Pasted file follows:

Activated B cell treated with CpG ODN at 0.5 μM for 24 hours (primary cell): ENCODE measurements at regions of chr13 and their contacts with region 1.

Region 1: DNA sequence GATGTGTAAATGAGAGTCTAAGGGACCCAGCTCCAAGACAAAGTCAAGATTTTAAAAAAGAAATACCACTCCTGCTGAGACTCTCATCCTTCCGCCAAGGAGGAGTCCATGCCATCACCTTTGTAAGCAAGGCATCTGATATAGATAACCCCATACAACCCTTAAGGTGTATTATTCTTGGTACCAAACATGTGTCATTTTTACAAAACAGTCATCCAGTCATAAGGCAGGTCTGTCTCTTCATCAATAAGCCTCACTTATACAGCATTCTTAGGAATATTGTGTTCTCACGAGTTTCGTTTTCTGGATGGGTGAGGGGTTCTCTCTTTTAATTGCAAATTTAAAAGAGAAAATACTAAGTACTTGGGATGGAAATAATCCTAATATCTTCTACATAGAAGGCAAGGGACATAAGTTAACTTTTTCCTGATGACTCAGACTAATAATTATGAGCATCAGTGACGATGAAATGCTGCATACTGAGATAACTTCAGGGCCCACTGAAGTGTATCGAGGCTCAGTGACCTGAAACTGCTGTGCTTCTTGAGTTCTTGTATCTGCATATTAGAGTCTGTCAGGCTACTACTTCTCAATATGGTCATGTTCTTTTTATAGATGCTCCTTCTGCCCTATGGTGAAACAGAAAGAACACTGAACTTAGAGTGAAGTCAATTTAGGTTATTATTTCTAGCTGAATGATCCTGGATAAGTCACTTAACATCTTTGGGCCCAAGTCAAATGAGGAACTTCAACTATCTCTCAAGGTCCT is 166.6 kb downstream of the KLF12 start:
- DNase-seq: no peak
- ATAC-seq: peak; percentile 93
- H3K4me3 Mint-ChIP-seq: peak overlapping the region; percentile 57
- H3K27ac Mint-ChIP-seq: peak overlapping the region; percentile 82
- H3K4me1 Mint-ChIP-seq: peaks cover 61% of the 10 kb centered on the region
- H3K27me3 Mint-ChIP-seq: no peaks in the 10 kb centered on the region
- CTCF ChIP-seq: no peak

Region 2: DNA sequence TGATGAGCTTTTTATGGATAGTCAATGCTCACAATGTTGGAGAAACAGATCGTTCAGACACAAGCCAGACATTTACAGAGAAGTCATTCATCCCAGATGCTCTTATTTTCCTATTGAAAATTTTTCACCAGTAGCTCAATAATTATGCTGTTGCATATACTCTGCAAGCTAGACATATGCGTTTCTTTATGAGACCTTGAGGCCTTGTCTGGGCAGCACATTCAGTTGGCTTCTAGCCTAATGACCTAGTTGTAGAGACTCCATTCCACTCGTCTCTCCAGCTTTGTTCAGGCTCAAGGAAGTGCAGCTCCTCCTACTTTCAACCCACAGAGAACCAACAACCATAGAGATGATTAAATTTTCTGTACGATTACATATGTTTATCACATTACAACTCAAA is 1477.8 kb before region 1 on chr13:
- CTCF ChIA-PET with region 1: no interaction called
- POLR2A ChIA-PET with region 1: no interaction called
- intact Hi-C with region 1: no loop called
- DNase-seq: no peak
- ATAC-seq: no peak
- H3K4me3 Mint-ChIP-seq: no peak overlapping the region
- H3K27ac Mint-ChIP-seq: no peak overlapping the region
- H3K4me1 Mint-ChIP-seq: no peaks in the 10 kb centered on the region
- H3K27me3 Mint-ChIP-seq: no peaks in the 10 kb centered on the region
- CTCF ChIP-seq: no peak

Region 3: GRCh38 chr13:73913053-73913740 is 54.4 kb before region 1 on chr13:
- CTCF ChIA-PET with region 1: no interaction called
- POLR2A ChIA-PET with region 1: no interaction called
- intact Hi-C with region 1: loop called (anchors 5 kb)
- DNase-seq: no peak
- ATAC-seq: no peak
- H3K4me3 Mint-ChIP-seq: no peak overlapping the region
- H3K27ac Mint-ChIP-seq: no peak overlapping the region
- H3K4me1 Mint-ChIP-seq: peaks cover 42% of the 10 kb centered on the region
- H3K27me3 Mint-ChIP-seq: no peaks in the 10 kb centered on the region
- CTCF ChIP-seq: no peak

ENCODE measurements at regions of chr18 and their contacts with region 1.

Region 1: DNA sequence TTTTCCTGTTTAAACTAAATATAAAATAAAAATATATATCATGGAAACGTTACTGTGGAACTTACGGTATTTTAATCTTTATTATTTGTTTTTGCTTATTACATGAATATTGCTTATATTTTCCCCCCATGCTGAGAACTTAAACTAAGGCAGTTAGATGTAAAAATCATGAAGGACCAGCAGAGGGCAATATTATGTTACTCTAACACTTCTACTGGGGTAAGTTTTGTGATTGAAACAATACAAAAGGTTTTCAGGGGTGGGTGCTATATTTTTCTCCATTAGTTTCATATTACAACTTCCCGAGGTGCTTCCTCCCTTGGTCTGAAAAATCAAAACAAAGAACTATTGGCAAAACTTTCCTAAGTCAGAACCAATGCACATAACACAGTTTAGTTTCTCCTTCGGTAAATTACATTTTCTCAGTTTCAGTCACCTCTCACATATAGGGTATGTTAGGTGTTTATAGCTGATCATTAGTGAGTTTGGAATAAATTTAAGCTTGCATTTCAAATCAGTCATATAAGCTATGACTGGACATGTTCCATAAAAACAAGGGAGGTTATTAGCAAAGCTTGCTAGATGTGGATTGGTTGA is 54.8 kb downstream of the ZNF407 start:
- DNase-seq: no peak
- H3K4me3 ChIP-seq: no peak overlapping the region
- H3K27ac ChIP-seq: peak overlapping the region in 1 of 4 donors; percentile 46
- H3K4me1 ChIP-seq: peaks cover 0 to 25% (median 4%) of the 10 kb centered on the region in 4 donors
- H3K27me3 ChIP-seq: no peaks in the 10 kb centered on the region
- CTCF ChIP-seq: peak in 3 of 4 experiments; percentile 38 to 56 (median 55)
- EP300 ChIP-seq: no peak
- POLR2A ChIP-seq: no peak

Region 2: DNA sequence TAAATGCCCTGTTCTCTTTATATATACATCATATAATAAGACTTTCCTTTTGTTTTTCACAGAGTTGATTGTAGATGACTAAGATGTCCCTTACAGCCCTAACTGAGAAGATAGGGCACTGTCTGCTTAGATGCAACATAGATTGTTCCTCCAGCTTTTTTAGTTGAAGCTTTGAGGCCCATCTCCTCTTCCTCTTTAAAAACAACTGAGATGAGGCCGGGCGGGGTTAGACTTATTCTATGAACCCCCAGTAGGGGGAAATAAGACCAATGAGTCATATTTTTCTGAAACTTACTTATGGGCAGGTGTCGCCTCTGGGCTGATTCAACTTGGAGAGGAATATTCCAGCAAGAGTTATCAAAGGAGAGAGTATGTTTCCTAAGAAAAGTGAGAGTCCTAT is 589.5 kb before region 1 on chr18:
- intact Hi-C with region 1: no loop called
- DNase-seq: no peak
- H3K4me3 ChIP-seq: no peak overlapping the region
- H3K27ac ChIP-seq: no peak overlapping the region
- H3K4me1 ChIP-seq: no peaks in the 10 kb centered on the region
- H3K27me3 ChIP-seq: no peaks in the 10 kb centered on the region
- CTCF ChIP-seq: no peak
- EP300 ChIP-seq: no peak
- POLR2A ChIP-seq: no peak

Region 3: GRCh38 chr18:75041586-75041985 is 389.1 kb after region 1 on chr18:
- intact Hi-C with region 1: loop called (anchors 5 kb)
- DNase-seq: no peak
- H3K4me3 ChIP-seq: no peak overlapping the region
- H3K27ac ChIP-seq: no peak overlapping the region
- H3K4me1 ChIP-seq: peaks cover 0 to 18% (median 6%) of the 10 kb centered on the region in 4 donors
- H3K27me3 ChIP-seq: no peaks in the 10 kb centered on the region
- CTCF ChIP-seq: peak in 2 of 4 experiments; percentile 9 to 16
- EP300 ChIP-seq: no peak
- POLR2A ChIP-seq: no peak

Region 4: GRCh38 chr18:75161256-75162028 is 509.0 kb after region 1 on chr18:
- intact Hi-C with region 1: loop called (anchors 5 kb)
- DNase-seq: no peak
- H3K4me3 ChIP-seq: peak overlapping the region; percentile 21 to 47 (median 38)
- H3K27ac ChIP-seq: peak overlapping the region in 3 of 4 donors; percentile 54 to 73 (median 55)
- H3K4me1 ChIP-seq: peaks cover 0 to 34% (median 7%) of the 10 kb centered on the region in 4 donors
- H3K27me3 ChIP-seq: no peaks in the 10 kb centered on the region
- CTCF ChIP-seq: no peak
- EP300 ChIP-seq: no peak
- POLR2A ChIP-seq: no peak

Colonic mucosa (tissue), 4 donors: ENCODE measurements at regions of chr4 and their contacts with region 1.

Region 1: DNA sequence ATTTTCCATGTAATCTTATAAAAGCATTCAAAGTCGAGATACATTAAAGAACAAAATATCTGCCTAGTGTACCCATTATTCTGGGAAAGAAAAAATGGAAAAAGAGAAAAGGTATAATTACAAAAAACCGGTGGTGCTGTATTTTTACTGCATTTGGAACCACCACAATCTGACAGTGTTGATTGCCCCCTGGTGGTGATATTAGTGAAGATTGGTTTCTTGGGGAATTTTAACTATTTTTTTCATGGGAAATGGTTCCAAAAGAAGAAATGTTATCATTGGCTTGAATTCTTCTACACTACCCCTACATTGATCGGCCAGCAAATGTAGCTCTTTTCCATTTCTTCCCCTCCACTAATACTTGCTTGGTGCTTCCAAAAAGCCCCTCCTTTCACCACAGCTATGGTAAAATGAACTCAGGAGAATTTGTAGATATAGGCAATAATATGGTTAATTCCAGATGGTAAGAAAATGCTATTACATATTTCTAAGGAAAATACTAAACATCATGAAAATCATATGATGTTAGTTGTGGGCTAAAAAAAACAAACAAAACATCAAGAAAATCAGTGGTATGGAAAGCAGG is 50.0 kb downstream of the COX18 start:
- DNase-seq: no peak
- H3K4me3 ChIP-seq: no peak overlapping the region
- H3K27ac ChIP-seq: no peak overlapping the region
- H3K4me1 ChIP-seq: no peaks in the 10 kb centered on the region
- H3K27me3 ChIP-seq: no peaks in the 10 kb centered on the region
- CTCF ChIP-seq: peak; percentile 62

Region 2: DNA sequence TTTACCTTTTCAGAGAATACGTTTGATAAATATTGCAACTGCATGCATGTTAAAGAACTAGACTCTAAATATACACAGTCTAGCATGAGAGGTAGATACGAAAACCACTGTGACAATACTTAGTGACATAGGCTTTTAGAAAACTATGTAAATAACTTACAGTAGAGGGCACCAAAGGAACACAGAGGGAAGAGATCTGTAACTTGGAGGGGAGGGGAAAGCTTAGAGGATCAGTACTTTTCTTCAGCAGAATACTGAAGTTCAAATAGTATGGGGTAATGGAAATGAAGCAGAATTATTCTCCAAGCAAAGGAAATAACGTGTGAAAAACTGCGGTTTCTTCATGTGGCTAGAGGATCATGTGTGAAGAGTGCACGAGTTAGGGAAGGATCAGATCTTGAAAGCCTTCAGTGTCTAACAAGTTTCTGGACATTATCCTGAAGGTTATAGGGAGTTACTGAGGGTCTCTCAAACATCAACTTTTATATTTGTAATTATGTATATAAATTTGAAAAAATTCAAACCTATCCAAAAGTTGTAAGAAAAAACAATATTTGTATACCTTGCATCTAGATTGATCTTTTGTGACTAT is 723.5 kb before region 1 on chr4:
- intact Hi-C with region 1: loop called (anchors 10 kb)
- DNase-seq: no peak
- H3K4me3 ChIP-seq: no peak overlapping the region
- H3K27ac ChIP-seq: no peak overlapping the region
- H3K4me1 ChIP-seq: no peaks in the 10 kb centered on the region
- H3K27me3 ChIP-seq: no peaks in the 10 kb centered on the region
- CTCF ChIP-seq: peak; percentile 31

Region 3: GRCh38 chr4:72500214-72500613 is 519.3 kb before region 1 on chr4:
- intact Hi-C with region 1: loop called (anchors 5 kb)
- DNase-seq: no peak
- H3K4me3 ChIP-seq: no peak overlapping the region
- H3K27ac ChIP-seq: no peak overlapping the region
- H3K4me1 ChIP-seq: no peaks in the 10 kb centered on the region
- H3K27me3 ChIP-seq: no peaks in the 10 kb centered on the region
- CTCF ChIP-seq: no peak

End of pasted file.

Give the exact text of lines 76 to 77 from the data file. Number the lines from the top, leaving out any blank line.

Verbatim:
- H3K27ac ChIP-seq: no peak overlapping the region
- H3K4me1 ChIP-seq: no peaks in the 10 kb centered on the region